“Because it’s such a sort of ‘protect my little trail that only I can ride,’ because as more people ride it, then I’m gonna have to deal with control, gonna have to deal with making this an official trail. We’re not there yet. So all that knowledge is kept very, very secret and it’s still very much a sort of boys club in that sense. None of these trails, none of these places that you can ride are put up on the internet for people to know about.”

Everything that Allegra has its hands on will eventually be visible online somewhere.

Many of the trails that have grown popular with mountain bikers tend to be old hiking trails that have lost popularity, but when there are hikers, there is conflict sooner or later and then a vocal opposition group.

Wyckmans has found hits and misses in working with land managers around the country to gain mountain bike access. There are common public areas and open spaces which tend to be easier to build trails, but unfortunately land managers in charge of forestry plots have been unreceptive, as their relationships with mountain bikers have been limited so far.

Old forestry areas that have become public land however, do work in a sense, and Wyckmans says the application process is simpler. With old logging roads in place, there’s already a foundation for infrastructure. These old roads can be converted to trails, however that doesn’t make for the most sustainable or enjoyable singletrack out there.

Much like certain areas in the United States, working with private land owners who have less red tape has moved more quickly.

New trail centre ready for opening in 2024, Hokkaido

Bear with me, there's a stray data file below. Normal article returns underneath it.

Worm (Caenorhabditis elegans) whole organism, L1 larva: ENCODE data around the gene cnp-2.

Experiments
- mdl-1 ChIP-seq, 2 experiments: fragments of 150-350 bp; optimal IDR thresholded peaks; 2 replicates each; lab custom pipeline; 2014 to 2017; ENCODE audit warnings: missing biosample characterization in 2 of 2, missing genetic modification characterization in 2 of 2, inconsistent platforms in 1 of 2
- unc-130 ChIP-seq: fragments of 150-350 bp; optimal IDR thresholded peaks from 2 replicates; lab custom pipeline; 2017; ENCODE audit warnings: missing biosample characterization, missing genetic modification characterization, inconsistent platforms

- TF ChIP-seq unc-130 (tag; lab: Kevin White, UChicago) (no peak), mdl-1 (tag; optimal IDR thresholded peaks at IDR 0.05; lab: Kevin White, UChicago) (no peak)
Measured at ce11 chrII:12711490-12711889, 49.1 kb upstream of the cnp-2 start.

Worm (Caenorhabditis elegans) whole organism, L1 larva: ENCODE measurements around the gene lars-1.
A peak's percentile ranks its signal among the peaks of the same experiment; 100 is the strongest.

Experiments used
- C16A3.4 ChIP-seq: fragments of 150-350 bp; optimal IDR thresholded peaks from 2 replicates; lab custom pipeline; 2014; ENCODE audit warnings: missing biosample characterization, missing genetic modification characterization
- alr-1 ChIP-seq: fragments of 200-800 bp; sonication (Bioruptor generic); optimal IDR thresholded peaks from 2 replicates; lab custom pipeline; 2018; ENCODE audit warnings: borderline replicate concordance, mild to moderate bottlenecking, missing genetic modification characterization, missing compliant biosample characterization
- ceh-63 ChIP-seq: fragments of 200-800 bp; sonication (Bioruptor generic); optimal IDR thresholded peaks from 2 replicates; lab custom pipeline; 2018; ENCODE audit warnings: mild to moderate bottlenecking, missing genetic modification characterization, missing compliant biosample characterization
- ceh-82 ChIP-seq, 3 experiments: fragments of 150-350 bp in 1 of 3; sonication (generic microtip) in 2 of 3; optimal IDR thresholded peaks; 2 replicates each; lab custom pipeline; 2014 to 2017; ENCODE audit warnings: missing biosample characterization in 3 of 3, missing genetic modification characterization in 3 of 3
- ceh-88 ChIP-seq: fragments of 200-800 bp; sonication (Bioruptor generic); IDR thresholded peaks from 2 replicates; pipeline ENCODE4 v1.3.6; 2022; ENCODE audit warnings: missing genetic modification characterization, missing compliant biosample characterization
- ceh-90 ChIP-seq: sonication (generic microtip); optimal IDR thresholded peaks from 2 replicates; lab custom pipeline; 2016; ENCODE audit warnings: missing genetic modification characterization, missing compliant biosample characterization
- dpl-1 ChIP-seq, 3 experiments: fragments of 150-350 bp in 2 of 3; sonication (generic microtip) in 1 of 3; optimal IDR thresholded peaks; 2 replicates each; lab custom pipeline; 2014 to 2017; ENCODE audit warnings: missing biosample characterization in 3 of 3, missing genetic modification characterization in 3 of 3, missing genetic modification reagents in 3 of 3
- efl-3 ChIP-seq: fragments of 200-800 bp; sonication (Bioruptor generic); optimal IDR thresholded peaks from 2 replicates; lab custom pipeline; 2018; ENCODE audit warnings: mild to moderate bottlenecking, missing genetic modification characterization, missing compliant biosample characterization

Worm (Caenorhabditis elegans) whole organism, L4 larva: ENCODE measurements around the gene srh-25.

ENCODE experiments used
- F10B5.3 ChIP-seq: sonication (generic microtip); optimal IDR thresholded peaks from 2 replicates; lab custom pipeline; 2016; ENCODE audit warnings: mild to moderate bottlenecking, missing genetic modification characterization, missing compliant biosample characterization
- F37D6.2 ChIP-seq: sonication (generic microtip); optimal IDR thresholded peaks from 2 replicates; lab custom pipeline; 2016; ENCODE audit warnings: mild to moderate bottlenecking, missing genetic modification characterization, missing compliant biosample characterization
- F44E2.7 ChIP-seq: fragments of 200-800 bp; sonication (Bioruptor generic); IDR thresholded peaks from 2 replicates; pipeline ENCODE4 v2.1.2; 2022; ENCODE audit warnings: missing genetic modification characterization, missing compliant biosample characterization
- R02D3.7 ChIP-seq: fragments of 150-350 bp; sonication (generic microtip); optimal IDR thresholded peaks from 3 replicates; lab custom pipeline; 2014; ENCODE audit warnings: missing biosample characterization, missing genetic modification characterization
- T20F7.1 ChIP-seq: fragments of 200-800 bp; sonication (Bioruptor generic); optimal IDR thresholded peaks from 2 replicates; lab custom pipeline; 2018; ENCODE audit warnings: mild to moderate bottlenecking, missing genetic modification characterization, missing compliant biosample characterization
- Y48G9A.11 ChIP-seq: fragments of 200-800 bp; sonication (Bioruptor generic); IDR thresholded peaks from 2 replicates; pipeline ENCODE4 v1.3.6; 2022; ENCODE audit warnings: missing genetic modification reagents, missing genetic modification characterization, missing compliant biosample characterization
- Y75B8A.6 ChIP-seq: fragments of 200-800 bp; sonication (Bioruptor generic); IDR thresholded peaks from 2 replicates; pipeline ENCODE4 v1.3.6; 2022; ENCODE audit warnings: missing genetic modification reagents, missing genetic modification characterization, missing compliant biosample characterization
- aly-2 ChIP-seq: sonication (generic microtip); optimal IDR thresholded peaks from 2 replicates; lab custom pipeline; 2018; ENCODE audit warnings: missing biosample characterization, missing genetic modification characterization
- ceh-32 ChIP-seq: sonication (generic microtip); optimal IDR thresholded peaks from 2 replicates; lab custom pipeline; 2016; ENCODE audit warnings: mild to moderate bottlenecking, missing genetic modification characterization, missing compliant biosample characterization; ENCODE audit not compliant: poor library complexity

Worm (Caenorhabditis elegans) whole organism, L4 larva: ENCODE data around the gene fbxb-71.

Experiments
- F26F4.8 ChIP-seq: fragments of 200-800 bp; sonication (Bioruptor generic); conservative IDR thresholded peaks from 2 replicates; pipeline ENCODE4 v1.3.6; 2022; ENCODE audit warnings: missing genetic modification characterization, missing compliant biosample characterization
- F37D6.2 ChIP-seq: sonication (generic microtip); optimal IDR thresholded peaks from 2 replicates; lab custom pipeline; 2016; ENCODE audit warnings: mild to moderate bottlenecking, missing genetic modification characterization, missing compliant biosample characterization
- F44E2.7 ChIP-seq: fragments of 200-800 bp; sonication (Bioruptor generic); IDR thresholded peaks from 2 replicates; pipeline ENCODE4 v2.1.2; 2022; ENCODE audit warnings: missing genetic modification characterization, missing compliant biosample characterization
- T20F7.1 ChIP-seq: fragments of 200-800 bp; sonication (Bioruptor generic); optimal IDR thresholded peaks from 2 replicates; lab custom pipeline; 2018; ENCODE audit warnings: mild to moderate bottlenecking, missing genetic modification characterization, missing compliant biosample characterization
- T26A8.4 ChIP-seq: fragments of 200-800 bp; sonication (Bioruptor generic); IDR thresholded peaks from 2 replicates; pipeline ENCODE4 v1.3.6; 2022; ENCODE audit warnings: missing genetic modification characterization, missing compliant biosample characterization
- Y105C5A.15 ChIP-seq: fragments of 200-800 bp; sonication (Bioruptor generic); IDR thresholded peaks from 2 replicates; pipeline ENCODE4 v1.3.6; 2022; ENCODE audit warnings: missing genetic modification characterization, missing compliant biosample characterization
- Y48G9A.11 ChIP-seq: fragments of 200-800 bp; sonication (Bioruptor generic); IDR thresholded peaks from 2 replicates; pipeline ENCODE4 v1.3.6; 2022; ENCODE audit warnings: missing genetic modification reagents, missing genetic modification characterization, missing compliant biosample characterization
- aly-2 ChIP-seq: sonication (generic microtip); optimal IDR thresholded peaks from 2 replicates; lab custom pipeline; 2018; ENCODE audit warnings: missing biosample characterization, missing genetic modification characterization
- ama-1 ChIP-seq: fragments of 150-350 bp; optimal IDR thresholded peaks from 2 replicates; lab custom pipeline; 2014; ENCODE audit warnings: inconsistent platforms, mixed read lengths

Trails also need to look fun

The benefit of working with a group like Allegra is that the operators have witnessed the evolution of mountain bike trails globally, from the hardcore, old hiking trails that became the early stomping grounds for riders to the new age, fun-for-everyone flow trails that are essentially commonplace in almost every new trail network. One of these trails happens to be more appealing to new riders.

“So that’s what the majority of the trails that we are building are like, because that’s what needs to be here because there’s none of that,” said Wyckmans. “Everything else is sort of unofficial trails. And that’s where most of the riding’s done in Japan: old hiking trails, old forestry roads that have somehow been converted into some sort of trail. It’s not the same experience as a well designed flow trail. So you [build] one of those. And it’s amazing, people are like, wow, what’s this? This is just like what I see on TV. But now I can experience it in my own country. It’s fantastic.”

Flow trails also help alter an old perception of the sport that some may have: that it is high-risk and dangerous, when in reality, riding can be enjoyable and safe.

When more people start riding, Allegra will need to ensure there is a continuum or progression of trail difficulty so riders don’t become bored.

Progression begins here, courtesy Niseko Area Mountain Bike Association

Culture and etiquette

Wyckmans recalled a story where a newly built mountain bike trail directly collided with Japanese cultures and customs. Allegra was working on a new trail project and the singletrack began at a shrine. Typically at the entrances to shrines in Japan there are torii gates: the red, squared arches most of us have seen. Since shrines are considered sacred, the gate marks the transition into the godly realm and there are customs when visitors pass through the gates, into the shrine.

Some residents and visitors might not have taken issue with the intersection of the beginning of the trail and the torii gate, but some did and there were formal complaints. Eventually came a rule, where mountain bikers had to dismount, walk through the park, and then get on their bike again.